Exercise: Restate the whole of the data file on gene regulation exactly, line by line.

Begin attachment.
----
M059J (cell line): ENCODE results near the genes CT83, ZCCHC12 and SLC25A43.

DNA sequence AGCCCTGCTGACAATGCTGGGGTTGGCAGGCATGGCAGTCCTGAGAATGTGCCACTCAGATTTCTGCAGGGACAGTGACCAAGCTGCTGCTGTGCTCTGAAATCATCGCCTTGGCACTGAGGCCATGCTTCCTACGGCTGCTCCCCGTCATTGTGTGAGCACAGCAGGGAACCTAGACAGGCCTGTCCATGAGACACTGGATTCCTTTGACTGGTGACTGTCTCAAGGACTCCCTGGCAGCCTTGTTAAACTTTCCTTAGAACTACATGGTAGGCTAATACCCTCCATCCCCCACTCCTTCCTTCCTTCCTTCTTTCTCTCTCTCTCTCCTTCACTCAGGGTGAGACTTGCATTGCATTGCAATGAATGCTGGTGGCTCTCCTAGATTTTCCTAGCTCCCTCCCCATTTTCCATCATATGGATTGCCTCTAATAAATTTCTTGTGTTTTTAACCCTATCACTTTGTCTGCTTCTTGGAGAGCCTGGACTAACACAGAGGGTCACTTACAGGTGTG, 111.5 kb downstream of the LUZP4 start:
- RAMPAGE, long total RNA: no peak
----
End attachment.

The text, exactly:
M059J (cell line): ENCODE results near the genes CT83, ZCCHC12 and SLC25A43.

DNA sequence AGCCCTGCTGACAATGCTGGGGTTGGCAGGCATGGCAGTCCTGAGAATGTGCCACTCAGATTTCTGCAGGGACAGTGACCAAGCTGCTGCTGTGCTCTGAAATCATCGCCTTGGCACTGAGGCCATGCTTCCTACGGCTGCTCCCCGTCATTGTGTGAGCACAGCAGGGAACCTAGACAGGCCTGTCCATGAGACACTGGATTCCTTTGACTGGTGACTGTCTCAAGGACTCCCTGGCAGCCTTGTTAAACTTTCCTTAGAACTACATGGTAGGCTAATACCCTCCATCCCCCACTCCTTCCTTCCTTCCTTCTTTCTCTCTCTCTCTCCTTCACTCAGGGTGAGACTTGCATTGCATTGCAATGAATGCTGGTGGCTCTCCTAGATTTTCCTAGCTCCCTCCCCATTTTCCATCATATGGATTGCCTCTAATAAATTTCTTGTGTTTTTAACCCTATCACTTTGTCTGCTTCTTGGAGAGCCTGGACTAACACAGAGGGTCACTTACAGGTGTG, 111.5 kb downstream of the LUZP4 start:
- RAMPAGE, long total RNA: no peak